“It’s the same frustration I’ve had for years — it just keeps happening,” said Silva, a recipient of Deferred Action for Childhood Arrivals (DACA) who has worked with Democrats for years to push legal status for undocumented immigrants who were brought to the United States as children. “I can recall in 2013 sitting there in the gallery, seeing the Senate vote for the immigration bill, and then waiting and waiting for Speaker Boehner to pick it up. That’s what these Republican promises are worth.”
Reached Monday, many DACA recipients reacted the same way as Silva. The government shutdown began with “dreamers” and their allies on the left praising Democrats for their courage. At Women’s March events Saturday and Sunday, protesters declared solidarity with “dreamers”; on the less-demanding activist turf of Twitter, they largely kept the #TrumpShutdown hashtag trending over the various Republican branding attempts.
And then, Democrats voted to open the government again. Erika Castro, a DACA recipient who founded Dream Big Vegas to advocate for fellow dreamers in Nevada, said that the deal amounted to senators “putting our lives on hold.”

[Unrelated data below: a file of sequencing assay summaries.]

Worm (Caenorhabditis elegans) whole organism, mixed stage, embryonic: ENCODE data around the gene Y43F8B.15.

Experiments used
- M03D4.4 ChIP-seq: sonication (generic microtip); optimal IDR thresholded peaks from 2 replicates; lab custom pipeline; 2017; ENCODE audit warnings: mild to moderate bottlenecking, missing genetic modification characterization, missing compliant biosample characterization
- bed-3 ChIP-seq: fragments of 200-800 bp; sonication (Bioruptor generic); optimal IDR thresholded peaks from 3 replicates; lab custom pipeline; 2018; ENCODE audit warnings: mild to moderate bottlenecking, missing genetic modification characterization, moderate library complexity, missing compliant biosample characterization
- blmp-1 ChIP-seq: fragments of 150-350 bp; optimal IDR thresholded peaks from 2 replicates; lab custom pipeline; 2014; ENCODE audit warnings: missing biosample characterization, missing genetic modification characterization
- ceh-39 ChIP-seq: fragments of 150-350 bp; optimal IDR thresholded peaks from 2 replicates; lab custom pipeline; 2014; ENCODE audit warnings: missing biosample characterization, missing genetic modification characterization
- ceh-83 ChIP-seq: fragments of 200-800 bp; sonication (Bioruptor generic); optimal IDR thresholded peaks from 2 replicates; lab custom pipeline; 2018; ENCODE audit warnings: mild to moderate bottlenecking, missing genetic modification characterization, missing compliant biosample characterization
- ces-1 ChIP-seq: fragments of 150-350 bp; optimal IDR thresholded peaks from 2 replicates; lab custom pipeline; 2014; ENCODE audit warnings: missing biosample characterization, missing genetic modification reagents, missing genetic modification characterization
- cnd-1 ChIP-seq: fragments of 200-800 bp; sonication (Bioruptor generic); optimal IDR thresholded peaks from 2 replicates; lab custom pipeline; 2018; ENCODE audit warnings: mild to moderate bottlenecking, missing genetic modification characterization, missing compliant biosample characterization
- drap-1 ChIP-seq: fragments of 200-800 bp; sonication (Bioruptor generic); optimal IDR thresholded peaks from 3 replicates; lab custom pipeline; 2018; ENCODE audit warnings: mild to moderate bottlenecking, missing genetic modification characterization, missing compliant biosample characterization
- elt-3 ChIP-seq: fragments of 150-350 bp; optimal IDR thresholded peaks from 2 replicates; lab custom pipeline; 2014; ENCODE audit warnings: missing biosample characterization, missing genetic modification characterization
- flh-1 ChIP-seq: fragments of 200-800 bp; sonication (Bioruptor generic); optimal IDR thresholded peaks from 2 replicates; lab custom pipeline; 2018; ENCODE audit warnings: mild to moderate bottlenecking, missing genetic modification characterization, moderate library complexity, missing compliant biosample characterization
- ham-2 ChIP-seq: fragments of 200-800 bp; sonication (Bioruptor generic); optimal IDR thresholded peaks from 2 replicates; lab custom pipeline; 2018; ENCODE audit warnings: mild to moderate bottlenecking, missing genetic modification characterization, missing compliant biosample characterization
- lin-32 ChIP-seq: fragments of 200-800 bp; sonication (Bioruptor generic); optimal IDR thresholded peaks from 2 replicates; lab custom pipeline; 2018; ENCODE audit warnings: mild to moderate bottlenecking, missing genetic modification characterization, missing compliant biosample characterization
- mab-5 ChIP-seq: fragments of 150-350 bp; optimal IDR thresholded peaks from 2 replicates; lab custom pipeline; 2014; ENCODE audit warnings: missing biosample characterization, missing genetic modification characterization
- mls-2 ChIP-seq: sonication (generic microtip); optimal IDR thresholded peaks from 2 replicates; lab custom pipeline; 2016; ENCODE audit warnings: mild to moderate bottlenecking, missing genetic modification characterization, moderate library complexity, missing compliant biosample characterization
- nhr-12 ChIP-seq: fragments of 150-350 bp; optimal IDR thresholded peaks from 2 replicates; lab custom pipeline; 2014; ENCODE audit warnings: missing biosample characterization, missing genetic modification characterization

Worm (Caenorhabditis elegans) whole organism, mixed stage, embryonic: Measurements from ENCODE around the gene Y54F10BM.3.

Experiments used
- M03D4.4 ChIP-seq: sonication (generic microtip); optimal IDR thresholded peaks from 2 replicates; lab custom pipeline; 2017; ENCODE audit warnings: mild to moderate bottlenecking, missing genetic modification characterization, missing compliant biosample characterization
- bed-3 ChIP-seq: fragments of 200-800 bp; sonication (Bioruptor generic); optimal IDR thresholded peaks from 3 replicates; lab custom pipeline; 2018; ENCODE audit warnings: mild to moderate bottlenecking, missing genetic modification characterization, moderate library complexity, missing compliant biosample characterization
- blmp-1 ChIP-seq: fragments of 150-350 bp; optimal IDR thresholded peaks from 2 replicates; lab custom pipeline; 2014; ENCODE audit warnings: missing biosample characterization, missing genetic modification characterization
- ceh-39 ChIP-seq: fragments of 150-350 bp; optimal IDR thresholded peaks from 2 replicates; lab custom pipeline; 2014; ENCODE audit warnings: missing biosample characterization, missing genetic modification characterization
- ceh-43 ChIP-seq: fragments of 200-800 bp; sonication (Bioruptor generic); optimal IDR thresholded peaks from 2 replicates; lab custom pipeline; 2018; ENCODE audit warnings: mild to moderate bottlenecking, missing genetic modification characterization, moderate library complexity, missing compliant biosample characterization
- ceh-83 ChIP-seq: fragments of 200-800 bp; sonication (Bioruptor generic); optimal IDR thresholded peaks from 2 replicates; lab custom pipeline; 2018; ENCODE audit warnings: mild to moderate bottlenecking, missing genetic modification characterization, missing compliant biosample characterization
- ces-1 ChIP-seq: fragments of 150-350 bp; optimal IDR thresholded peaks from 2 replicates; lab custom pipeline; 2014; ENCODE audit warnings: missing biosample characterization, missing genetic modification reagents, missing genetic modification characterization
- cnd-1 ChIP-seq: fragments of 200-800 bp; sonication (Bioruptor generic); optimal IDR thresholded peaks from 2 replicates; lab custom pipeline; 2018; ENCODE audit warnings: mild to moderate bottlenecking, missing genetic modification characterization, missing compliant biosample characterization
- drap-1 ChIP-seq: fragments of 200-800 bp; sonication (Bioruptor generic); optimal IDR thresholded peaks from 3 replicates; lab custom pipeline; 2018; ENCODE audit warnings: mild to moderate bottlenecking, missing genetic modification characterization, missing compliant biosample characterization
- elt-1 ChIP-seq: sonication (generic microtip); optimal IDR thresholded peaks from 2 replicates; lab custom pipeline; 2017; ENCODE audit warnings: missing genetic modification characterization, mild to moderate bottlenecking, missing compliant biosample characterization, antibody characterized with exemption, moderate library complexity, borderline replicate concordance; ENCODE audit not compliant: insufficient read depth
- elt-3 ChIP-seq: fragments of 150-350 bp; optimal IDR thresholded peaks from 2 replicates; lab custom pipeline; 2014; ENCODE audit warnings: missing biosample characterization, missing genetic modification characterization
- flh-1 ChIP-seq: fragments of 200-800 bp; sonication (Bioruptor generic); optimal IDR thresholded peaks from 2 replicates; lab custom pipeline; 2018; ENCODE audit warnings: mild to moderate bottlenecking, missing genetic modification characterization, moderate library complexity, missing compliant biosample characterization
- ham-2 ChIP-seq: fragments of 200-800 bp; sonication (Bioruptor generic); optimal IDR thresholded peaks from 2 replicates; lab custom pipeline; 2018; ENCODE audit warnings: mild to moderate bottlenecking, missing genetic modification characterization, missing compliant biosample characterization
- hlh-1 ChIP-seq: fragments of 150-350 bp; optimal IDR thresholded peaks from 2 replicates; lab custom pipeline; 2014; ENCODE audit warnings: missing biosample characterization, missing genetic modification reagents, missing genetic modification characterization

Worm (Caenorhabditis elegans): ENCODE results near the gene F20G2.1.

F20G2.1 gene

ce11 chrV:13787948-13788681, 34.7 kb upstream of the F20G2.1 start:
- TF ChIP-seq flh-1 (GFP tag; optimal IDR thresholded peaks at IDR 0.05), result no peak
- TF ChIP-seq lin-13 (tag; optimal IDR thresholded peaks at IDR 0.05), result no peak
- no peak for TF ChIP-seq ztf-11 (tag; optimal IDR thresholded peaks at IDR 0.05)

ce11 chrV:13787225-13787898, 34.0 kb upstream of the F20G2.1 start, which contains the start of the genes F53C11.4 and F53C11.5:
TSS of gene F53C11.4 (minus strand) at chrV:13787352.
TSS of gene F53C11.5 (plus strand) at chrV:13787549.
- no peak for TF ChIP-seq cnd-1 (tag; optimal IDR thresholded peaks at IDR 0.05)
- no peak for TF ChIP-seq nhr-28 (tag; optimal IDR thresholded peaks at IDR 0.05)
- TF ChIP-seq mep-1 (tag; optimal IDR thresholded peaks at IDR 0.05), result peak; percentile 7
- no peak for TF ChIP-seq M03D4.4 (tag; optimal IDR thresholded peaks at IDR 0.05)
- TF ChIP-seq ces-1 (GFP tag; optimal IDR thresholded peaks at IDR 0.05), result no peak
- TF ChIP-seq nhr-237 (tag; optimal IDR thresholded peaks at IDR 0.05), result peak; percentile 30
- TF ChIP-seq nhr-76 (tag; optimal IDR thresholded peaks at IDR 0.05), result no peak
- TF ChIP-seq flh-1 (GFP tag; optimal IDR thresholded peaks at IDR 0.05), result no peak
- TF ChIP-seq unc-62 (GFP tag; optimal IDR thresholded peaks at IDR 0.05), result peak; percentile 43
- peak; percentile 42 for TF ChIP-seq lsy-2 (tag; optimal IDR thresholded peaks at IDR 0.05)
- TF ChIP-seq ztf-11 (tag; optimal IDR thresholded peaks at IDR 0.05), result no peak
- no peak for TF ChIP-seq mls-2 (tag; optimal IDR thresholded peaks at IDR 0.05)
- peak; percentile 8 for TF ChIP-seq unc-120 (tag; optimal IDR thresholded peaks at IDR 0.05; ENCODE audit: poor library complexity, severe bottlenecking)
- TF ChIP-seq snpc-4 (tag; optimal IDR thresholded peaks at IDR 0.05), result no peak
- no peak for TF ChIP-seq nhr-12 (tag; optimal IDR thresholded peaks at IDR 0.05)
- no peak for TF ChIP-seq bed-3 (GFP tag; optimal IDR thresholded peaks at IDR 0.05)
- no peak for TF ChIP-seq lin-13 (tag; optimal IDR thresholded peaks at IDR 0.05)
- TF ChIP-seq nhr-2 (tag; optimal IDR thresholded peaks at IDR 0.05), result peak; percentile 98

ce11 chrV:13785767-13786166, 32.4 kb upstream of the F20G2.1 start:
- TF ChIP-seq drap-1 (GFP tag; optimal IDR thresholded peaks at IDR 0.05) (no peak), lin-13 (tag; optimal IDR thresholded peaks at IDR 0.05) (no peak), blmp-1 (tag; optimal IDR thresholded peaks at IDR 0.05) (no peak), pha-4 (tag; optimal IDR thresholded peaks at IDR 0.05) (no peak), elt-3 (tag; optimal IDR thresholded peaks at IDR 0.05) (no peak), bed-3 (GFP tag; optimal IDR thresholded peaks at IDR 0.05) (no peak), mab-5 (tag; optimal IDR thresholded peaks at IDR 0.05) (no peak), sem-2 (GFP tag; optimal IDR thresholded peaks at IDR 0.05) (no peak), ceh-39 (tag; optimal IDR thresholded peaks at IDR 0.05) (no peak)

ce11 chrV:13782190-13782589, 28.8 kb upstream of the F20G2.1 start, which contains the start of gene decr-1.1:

“It feels like something they’ve been kicking further down the road,” she said. “To keep pushing and keep pushing and say we’re going to get it next month — that’s unacceptable at this point. Whether it’s one week or two weeks or three weeks, it’s asking a lot when we’ve been waiting for 17 years.”
Democrats were ready for the backlash — although not every backlash is created equal. The reactions from the party’s base to the shutdown deal ranged from primal screams to gritted teeth. The party got more than Republicans did after their 2013 shutdown fight, an epic battle demanded by the GOP base and by conservative think tanks that ended with no concessions on then-President Barack Obama’s Affordable Care Act.
But there was more than enough anger to generate stories of the party in its usual state of disarray. And by the end of Monday, some of the groups that had condemned Democrats’ weakness were devising strategies to pressure them ahead of the new Feb. 8 deadline.
Inside the Senate, Democrats cared more about the reactions of dreamers themselves than of progressive groups that have allied with dreamers. In December, Senate Minority Leader Charles E. Schumer (N.Y.) and his Democrats opted against forcing a shutdown fight over DACA. Some groups quietly stood by that decision, seeing a better opportunity for a fight in January; some condemned it. Democrats, generally, have come to believe that the first set of groups are allies, while the second set have been opportunistic.